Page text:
Literary lessons that echo

Kaitlin Moon, Parker, Kennedy Palmer and Hannah Benefield. (Contributed)

Kaitlin Moon, Parker, Kennedy Palmer and Hannah Benefield. (Contributed)

By CONNIE NOLEN / Community Columnist

“Amazing,” echoes a small voice from far below. Eric’s response to discovering that Pelham High School students would be writing books for his first grade class at Valley Elementary School earned him the nickname Eric Amazing.

PHS writers who break into small groups to produce books for first-grade students each spring are amazing. Artists join in the fun too. Fine Arts Department Chair Kim Harrison helped recruit artists this year when time was short and artistic talent was in demand.

High school writing students create these books from completely white books which come alive with storylines generated by Mrs. Haines’s first-graders’ questionnaire responses. The books contain printed words and bloom with colorful artwork. The stories address the hopes, dreams, fears and fondest wishes of these elementary school students.

With this spring’s rain-delayed mornings and odd weather-release afternoons, production time was cut precariously short. Stress associated with book completion intensified. However, students wasted no time complaining. Book proposals arrived promptly. Page-by-page plans were checked and double checked. Soon books and special wax-free Bare Book Crayons were passing hands in hallways and classrooms.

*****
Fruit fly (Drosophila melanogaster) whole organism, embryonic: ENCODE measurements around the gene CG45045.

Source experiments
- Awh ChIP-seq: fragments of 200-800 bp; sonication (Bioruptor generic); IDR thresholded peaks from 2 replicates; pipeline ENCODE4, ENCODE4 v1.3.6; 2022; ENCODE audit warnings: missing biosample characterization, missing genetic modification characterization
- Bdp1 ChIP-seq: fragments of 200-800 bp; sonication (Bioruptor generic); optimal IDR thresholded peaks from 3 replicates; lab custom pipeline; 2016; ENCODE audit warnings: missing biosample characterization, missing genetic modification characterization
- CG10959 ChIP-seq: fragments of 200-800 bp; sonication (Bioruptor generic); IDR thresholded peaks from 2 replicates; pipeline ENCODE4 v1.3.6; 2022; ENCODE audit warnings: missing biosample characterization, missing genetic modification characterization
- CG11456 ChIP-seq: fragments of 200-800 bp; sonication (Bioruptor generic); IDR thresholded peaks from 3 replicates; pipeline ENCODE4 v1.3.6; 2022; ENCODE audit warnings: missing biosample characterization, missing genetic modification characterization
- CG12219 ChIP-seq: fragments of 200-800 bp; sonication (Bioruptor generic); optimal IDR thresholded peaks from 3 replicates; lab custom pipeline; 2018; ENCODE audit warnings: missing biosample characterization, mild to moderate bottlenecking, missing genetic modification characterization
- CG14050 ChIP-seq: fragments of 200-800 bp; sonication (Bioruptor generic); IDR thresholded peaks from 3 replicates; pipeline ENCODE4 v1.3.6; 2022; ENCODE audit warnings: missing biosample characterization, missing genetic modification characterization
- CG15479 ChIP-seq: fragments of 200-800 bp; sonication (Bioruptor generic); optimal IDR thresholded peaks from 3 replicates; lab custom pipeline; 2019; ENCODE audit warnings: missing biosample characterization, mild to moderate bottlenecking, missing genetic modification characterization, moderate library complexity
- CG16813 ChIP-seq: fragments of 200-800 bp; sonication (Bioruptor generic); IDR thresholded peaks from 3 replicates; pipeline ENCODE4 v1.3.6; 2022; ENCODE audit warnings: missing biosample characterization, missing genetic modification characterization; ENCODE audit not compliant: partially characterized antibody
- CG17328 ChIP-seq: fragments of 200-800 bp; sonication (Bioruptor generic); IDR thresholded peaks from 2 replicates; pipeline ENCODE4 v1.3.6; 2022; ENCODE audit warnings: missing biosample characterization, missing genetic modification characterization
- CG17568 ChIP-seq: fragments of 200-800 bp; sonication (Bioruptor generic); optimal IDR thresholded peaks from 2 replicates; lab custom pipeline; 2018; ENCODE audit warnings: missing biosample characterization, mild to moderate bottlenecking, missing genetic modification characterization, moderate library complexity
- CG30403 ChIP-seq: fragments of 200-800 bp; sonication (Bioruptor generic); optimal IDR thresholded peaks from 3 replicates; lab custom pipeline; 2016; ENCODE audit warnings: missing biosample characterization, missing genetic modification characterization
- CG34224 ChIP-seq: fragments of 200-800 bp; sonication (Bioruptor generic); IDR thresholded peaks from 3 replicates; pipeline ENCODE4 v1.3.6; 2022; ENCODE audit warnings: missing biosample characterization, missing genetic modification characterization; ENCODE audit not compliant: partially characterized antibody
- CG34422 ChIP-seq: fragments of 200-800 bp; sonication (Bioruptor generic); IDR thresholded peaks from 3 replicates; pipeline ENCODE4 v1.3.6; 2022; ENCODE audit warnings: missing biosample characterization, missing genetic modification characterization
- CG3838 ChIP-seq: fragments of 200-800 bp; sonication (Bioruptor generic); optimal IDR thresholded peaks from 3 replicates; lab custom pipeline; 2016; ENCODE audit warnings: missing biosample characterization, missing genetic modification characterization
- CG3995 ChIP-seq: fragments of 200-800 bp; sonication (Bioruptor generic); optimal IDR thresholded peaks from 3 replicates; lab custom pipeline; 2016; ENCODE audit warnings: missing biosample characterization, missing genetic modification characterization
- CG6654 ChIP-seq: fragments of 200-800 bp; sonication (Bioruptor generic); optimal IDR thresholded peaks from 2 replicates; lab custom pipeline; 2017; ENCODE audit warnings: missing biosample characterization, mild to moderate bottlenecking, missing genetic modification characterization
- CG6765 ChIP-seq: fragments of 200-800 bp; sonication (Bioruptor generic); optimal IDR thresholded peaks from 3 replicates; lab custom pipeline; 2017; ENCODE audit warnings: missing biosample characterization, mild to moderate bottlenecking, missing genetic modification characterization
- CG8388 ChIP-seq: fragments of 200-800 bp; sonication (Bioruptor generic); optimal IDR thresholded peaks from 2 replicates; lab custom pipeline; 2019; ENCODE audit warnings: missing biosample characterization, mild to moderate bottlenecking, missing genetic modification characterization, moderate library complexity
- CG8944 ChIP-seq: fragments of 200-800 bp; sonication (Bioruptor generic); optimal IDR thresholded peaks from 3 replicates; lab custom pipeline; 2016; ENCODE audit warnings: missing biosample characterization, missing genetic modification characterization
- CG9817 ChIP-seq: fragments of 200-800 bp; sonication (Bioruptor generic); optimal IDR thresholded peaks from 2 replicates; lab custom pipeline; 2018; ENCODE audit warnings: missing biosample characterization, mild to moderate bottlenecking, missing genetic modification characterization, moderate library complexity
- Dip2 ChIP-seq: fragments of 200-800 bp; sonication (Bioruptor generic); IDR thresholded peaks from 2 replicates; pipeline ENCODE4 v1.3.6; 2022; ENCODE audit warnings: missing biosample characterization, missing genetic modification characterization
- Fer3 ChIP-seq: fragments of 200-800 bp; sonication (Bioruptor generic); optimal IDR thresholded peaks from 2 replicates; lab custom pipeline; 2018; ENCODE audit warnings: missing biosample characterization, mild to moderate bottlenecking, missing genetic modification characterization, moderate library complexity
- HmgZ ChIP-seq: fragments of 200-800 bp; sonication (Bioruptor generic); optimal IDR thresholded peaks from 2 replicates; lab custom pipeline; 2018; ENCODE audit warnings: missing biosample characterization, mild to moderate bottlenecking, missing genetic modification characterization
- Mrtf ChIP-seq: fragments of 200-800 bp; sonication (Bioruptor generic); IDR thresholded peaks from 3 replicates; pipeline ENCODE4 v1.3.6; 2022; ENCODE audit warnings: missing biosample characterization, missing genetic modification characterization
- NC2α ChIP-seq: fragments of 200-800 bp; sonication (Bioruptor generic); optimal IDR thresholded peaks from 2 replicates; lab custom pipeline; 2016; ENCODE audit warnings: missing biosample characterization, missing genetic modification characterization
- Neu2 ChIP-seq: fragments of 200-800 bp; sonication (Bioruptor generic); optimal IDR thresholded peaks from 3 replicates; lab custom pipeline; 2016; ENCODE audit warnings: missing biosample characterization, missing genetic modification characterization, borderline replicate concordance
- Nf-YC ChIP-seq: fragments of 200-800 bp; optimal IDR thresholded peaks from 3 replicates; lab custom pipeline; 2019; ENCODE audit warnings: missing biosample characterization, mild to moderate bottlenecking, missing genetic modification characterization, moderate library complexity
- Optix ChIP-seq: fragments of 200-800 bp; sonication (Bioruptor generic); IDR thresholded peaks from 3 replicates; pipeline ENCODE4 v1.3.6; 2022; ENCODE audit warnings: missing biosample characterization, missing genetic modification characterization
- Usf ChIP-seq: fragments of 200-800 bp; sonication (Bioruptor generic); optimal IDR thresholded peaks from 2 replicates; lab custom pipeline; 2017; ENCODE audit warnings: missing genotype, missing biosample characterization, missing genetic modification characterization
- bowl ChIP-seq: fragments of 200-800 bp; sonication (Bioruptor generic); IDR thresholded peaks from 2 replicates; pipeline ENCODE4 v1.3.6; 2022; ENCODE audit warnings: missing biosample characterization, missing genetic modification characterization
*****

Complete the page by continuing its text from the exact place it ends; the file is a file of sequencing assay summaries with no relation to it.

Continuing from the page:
First-graders’ photos were studied and color-matched. Questionnaires were analyzed to discern the exact plot twist required. Eric’s Amazing Adventures, “Zulu the Blue Giraffe,” “The Adventures of Stink Man” and more fascinating books emerged from the whiteness.

“My favorite part of the process is folding over the edges of that laminated cover and knowing I have completely finished a children’s book. It’s a great feeling of pride and accomplishment,” veteran writer Abby Forrester said.

Arriving at Valley Elementary, the abundance of children’s book repeat writers becomes clear when PHS students join Mrs. Haines’s attention clap as if they’ve never left first grade. Rookie writers for the project are humbled by first-grader joy.

“After witnessing the children’s ecstatic reaction, I realized how worthwhile and important this project is,” said junior writer Kaitlin VanDorsten. “I loved watching Lam’s eyes light up when he enjoyed the book with his teacher.”

Watching my high school students’ discover the delight carefully crafted words create, I am witnessing this success shaping their futures.